So to wrap up this long comment, yes I think XBox should catch Wii, especially if they have another price drop (and Rock Band Beatles certainly shouldn’t hurt).

  2. Chris Albrecht Tuesday, June 9, 2009

    I too felt a little disappointment after playing the Wii for a bit. There are just so few good games for it. I’m mostly on my Xbox now because I can play with friends online (after a long day of blogging).

    The thing that bugs me is that Microsoft is so “Me Too Iguana” (http://www.amazon.com/Me-Too-Iguana-Sweet-Pickles/dp/0030180716). Sure, Natal might take motion gaming to the next level, but come on! Can’t they be a little less blatant? And I’m not convinced people will want to ditch controllers entirely.

    1. Chris – I think while Nintendo introduced motion sensing to gaming, their solution is very rudimentary. Check out Sixense’s technology to see where this stuff is going. True three dimensional space sensing, not simple momentum sensing provided by basic accelerometers.

      Wii is still a great party and family console. It’s definitely not the true gamer’s console, and I think that with connected entertainment like HD video streaming likely to be more important in this second half of the cycle, Nintendo has limited options compared to Microsoft and Sony.

    2. I agree — my Wii mostly sits gathering dust, because the number of quality games is so small; I just don’t see any new games I would like to buy.

  3. Yeah I agree. Minority Report was cool and all, but I would be shocked if it worked like this: http://www.youtube.com/watch?v=oACt9R9z37U

  4. Pierre-Marie Guyonvarch Wednesday, June 10, 2009

    Natal is a prototype with no official launch date announced yet. I heard something like 12 to 18 months before it starts selling and Nintendo is probably working on new devices too (beyond the vitality sensor…).
    The other thing is that a motion control system is more complex than a wiimote. It remains to be seen if this system works efficiently whatever the conditions are (dark or bright light, small or big rooms…).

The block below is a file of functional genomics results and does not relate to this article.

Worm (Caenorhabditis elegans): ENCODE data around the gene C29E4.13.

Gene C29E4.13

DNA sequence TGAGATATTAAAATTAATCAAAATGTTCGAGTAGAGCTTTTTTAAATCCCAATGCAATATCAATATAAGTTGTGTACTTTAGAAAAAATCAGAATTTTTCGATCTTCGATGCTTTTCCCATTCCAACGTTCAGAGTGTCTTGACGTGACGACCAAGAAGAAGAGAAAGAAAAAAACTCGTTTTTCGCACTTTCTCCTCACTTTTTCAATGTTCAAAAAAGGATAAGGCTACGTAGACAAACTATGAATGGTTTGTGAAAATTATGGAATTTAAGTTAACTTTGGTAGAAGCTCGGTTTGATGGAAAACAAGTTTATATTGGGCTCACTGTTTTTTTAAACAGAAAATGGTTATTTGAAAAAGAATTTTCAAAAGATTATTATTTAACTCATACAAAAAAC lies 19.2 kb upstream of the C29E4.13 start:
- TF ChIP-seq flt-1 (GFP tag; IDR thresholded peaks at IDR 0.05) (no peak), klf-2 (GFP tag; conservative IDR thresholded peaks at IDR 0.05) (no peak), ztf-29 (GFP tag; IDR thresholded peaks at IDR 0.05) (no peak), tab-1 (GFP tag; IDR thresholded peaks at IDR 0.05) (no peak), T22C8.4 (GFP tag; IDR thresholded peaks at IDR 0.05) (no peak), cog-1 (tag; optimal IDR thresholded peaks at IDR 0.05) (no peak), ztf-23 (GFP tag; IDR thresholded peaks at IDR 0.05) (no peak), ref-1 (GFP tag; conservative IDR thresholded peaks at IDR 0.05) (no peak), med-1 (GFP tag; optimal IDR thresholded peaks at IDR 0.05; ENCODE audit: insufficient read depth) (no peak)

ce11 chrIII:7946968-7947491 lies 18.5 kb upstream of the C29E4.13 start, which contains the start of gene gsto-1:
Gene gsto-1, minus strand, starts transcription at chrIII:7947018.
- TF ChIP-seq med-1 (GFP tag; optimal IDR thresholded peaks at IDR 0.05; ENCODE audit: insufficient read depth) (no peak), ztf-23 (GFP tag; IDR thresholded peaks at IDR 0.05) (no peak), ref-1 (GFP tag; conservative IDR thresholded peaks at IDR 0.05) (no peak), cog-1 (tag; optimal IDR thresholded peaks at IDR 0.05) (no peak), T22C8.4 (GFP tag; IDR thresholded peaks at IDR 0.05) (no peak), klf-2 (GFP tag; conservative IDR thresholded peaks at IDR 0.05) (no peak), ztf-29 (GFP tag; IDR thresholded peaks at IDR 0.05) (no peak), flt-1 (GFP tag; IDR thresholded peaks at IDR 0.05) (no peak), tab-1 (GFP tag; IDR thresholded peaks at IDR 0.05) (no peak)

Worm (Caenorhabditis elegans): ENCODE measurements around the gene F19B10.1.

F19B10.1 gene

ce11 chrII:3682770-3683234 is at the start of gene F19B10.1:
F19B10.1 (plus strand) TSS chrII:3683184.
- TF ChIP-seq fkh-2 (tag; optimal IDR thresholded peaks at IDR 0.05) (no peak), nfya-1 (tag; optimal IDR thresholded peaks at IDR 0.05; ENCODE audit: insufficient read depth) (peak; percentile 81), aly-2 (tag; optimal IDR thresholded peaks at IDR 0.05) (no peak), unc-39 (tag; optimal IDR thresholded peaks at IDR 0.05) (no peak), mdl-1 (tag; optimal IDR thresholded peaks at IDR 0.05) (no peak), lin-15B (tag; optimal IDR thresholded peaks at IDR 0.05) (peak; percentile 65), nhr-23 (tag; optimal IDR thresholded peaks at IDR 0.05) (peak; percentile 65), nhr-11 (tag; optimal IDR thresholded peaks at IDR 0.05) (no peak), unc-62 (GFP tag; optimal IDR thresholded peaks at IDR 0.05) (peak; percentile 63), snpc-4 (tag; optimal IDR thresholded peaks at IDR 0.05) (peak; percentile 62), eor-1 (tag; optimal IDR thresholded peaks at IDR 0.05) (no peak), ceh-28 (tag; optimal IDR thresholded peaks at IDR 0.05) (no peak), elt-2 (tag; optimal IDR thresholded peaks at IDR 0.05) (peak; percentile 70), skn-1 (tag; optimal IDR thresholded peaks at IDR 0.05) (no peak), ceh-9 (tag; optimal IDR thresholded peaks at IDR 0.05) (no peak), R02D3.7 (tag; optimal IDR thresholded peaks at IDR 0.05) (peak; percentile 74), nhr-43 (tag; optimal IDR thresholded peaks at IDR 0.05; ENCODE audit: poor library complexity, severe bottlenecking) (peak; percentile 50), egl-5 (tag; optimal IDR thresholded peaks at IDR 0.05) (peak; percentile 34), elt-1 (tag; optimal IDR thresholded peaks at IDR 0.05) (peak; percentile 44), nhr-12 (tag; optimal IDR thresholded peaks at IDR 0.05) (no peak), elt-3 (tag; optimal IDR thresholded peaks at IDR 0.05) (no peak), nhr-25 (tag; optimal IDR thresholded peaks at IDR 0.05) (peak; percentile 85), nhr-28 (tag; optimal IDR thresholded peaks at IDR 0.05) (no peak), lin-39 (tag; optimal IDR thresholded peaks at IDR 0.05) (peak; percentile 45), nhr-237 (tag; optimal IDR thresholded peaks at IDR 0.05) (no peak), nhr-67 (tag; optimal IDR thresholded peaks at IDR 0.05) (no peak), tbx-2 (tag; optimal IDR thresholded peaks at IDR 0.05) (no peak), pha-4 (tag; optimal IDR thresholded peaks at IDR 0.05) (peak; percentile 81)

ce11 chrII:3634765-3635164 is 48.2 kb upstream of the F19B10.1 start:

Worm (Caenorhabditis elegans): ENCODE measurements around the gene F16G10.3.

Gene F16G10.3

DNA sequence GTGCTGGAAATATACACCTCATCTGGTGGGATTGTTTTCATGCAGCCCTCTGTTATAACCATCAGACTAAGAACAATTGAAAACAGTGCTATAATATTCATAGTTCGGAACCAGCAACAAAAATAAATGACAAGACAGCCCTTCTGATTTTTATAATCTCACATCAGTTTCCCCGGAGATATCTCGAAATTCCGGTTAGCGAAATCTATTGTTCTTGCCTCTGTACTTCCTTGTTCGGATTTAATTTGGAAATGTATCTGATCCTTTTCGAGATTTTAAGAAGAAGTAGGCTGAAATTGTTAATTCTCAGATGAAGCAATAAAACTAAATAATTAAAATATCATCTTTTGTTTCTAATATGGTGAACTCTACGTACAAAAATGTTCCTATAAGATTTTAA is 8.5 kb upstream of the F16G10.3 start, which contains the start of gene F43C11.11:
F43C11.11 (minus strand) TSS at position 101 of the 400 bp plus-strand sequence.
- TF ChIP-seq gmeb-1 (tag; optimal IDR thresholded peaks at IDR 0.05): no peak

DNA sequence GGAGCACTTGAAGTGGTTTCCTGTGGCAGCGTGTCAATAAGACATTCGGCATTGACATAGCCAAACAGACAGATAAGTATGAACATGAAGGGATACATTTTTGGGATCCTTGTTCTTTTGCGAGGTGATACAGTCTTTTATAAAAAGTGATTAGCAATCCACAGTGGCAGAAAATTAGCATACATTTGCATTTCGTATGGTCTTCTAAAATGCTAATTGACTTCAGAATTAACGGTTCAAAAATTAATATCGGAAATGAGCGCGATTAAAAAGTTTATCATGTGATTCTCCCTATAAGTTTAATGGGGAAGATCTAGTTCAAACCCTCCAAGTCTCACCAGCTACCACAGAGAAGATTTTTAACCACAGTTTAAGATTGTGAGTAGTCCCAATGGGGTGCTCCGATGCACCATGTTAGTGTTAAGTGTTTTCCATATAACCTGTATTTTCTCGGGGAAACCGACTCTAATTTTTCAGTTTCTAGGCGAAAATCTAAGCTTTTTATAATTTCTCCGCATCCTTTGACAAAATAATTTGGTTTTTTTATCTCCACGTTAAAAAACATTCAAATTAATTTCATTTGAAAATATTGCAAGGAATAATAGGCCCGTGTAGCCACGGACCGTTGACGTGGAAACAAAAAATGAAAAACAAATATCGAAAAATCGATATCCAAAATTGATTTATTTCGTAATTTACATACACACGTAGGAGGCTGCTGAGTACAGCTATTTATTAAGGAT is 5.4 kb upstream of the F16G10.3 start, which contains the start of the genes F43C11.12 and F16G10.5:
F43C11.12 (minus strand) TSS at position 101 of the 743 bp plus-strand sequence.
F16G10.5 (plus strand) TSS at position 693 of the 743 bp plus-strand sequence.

Last but not least, how much will it cost ? (price matters, especially during recession times…)

    So, my point is that ^^^Price and simplicity are the strengths of the Wii. I’m not sure Microsoft will do better than Nintendo on these points.^^^ This is probably an early stage demo in order to prevent XBox owners from buying a Wii during the next holidays season and make them wait until december 2010.

    1. @Pierre-Marie – you do make valid points regarding the Wii. I think it will be very unlikely that the 360 will catch the Wii, but its not entirely improbable. I think the Wii has limited capabilities going forward given the processor and graphics are truly about a generation behind that of the Xbox 360 and the PS3, and now that Microsoft has amortized the 360 they will use both price reductions and added features leveraging their connectivity, online services and in-box horsepower to make moves Nintendo can’t match.

      My belief is Nintendo will likely be the first of the major console vendors to release a new console in the 2011 time frame, since they know their console’s life-span is shorter than the others…

  5. Cameron McClurg Wednesday, June 10, 2009

    The Wii seems great if you are really young or really old. Little kids who can’t get their hands around a regular PS or Xbox controller love the wand. Old people love it because it makes them feel like they are exercising (when they really aren’t!). I just have a tough time believing the rest of the gaming population is going to catch on.

    I think the points you make about the lack of processing power and features in the Wii in comparison to the others is key. If they are truly a generation behind, then they can either try to play catch up or play to their strengths. My money is they play to their strengths and continue to try to differentiate themselves through their titles and their target markets (really young and really old). Can’t wait for “Geriatric Mario.”

    1. You’re right: older, younger, but also families. Also, I think it also brought the female demographic into gaming more heavily. Its well proven women are fairly big casual game fans (online casual games are much more predominantly played by women) and I think this spilled over a bit into the living room with the Wii.